Obama's is not the old-fashioned, Clintonesque story of the small town kid who made good, nor is he that other old-fashioned tale, of the young lion from a Kennedy or Bush political dynasty. He is a new — and increasingly more common — 21st-century boy. The knee-jerk disdain so many of his critics have for him can be traced largely to his worldliness: He's a man who, of necessity, was brought up not to be Joe the Plumber but a citizen of the planet. Obama's mother, who died in 1995, has been, up to this point, largely a shadowy figure in his narrative. She's been portrayed as a quiet girl swept up in an exotic life, a woman who made the seemingly unthinkable choice to send her 10-year-old son far away to live with his grandparents so he could get a better education. Yet Scott's account reveals her as another kind of familiar American archetype: She's the girl who ran away. Every town has one — the one whose personality and curiosity are too big to stay in one place, who eternally fascinates everyone she left behind.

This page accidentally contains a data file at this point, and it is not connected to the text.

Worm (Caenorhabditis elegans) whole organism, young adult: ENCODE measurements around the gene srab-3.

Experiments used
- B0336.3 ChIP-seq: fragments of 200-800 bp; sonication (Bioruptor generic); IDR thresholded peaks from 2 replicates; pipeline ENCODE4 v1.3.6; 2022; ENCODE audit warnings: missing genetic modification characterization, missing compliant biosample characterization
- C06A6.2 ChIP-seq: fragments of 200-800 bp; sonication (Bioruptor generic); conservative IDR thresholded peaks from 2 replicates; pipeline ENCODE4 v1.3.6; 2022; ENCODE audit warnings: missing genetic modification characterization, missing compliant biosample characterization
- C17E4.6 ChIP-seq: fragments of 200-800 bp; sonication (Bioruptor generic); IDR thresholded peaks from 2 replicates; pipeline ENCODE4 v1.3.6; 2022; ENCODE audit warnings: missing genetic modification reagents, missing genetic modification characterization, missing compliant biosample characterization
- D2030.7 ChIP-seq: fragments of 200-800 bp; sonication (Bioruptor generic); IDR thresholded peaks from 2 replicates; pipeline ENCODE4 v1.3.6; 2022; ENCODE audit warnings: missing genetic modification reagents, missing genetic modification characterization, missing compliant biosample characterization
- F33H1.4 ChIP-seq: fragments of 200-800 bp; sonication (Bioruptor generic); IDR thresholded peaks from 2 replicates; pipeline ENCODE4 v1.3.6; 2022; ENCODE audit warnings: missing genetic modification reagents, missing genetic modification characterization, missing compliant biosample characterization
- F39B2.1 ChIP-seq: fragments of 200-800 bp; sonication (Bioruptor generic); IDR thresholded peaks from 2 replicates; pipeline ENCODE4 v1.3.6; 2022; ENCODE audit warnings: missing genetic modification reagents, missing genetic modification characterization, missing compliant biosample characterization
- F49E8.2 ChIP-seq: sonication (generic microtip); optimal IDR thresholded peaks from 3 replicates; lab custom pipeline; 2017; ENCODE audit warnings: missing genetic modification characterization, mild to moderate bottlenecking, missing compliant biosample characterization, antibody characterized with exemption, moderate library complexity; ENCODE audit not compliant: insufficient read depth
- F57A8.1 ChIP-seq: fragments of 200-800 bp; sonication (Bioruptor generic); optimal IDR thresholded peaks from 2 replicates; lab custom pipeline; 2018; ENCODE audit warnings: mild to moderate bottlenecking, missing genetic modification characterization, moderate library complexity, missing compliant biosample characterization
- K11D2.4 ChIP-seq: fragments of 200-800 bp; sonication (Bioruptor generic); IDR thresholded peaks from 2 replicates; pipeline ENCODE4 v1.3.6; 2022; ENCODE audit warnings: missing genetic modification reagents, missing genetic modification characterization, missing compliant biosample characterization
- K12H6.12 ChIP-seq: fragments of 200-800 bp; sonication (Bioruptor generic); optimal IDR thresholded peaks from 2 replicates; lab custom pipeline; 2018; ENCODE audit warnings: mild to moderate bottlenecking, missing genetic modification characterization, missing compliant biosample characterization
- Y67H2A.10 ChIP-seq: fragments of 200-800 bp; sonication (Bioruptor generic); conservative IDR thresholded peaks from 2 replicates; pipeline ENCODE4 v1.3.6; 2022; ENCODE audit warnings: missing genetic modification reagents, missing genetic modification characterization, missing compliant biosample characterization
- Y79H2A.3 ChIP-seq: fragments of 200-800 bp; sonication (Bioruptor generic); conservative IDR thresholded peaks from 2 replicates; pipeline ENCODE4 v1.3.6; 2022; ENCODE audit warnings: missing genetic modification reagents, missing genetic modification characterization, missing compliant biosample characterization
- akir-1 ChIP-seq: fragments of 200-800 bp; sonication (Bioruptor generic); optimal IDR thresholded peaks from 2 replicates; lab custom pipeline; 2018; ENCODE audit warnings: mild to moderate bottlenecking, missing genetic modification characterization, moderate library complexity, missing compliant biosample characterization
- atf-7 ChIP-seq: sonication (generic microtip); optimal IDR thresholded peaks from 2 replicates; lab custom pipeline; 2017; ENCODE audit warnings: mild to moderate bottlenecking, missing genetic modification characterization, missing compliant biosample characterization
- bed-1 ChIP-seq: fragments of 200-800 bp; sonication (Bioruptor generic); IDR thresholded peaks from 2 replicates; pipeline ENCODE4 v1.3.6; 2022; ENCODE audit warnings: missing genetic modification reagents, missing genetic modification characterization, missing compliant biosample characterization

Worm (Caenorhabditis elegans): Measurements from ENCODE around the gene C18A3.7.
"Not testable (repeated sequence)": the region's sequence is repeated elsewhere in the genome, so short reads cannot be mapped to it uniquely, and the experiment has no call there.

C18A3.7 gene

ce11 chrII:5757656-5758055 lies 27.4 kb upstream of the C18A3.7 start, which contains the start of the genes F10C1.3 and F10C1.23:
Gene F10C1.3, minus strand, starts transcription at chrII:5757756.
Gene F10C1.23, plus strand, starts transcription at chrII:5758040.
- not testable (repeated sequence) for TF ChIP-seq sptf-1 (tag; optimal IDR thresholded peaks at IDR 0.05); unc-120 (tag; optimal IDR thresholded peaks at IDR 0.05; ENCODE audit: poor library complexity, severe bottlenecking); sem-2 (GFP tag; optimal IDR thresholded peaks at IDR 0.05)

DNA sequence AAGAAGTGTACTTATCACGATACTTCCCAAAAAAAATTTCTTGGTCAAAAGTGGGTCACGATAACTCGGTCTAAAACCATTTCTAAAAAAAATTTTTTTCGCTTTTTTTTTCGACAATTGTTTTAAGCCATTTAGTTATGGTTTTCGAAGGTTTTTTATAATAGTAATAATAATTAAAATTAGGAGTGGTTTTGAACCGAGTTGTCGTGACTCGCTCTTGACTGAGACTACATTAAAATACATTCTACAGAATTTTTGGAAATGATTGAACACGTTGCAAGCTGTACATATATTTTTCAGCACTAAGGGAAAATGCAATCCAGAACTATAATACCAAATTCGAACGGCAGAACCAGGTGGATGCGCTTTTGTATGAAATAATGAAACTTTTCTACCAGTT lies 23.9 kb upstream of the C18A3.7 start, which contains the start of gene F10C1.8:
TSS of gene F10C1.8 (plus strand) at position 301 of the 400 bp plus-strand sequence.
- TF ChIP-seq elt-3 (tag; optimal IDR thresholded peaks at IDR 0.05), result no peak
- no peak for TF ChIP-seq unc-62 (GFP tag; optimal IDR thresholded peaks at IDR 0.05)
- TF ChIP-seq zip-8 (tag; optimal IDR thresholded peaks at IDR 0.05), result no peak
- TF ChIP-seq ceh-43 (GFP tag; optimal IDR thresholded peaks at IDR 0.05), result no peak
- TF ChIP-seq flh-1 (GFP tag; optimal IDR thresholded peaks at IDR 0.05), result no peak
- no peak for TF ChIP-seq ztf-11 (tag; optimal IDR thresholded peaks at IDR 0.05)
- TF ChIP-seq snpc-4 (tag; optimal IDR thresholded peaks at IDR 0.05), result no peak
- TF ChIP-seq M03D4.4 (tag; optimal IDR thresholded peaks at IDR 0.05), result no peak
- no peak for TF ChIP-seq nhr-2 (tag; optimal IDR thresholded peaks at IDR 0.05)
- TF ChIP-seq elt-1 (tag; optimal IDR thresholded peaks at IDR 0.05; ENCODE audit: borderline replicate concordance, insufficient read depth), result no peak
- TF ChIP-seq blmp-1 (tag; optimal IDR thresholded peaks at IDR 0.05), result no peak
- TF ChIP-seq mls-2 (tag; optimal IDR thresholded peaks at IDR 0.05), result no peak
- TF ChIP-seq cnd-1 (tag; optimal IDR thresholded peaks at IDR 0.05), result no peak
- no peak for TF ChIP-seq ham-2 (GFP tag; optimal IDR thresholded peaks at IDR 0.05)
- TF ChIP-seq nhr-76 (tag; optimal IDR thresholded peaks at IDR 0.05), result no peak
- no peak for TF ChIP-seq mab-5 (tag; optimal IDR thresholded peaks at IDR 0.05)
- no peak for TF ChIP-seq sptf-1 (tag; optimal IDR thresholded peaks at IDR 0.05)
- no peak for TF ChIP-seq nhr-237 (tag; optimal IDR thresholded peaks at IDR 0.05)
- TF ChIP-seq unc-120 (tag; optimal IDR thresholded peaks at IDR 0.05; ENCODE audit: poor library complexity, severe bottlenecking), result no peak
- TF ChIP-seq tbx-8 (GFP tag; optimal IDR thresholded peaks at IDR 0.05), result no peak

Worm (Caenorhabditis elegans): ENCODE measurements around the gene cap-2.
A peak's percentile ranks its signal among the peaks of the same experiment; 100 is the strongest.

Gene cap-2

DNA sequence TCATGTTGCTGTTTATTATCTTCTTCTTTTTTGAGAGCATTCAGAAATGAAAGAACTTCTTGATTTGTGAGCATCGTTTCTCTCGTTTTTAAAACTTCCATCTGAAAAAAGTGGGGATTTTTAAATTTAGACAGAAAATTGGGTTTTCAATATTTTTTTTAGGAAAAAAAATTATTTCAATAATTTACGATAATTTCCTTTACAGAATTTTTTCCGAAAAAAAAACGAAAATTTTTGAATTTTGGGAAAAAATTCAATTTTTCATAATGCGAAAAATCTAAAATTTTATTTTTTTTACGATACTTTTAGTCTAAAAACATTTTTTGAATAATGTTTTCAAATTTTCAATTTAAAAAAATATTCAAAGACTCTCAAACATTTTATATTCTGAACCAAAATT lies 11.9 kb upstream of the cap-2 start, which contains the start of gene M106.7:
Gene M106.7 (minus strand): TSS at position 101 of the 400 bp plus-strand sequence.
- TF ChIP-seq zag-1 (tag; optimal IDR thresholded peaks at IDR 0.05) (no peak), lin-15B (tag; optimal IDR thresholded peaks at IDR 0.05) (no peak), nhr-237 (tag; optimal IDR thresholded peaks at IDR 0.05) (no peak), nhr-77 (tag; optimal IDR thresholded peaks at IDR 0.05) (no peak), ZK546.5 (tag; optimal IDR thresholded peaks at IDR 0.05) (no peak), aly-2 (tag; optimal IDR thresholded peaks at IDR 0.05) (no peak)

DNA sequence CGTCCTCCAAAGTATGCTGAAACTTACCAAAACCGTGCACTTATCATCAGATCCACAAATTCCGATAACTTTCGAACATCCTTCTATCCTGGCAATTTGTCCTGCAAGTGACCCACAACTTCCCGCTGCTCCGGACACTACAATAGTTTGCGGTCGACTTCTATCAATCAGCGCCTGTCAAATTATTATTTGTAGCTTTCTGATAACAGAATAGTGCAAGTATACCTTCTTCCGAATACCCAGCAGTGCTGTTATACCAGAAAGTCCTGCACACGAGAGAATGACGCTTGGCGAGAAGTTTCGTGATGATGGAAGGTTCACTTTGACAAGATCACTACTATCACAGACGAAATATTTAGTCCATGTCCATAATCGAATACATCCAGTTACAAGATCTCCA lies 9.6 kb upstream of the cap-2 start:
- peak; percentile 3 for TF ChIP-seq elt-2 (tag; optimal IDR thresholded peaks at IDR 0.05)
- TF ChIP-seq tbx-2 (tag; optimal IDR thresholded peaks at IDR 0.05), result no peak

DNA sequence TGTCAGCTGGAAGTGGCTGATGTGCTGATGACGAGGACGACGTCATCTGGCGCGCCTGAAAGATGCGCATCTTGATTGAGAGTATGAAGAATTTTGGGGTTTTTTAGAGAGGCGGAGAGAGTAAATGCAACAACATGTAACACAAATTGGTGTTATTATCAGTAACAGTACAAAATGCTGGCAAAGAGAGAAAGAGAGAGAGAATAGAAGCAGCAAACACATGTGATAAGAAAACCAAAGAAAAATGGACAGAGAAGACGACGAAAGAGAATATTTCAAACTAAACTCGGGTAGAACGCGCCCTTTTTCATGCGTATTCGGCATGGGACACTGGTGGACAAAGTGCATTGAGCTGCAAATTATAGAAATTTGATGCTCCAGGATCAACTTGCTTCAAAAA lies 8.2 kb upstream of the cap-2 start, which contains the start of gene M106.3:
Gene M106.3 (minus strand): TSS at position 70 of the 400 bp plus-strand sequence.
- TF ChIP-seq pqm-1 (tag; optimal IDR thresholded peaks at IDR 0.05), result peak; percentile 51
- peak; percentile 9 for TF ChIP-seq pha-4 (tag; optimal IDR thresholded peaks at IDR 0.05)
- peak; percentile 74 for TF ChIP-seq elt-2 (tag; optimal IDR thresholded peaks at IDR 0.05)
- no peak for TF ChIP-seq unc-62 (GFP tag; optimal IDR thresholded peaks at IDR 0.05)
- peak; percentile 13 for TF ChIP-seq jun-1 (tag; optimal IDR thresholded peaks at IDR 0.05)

Dunham was the smart girl who sacrificed for her family but who stayed true to her own ambitions, who married the men she loved even when cultural taboos stacked the deck against them. She went to school and made a career for herself, making her a powerful example of how strong, working mothers can raise strong men. She told her daughter “not to be such a wimp.” And though she surely had pains and regrets, she told her son, “If nothing else, I gave you an interesting life.” Clearly, it often wasn't easy, for either Dunham or her son. But Scott's narrative shows that an interesting life is a priceless thing. It's not just one of the greatest gifts a mother can offer her child — it's one of the best she can hope for herself.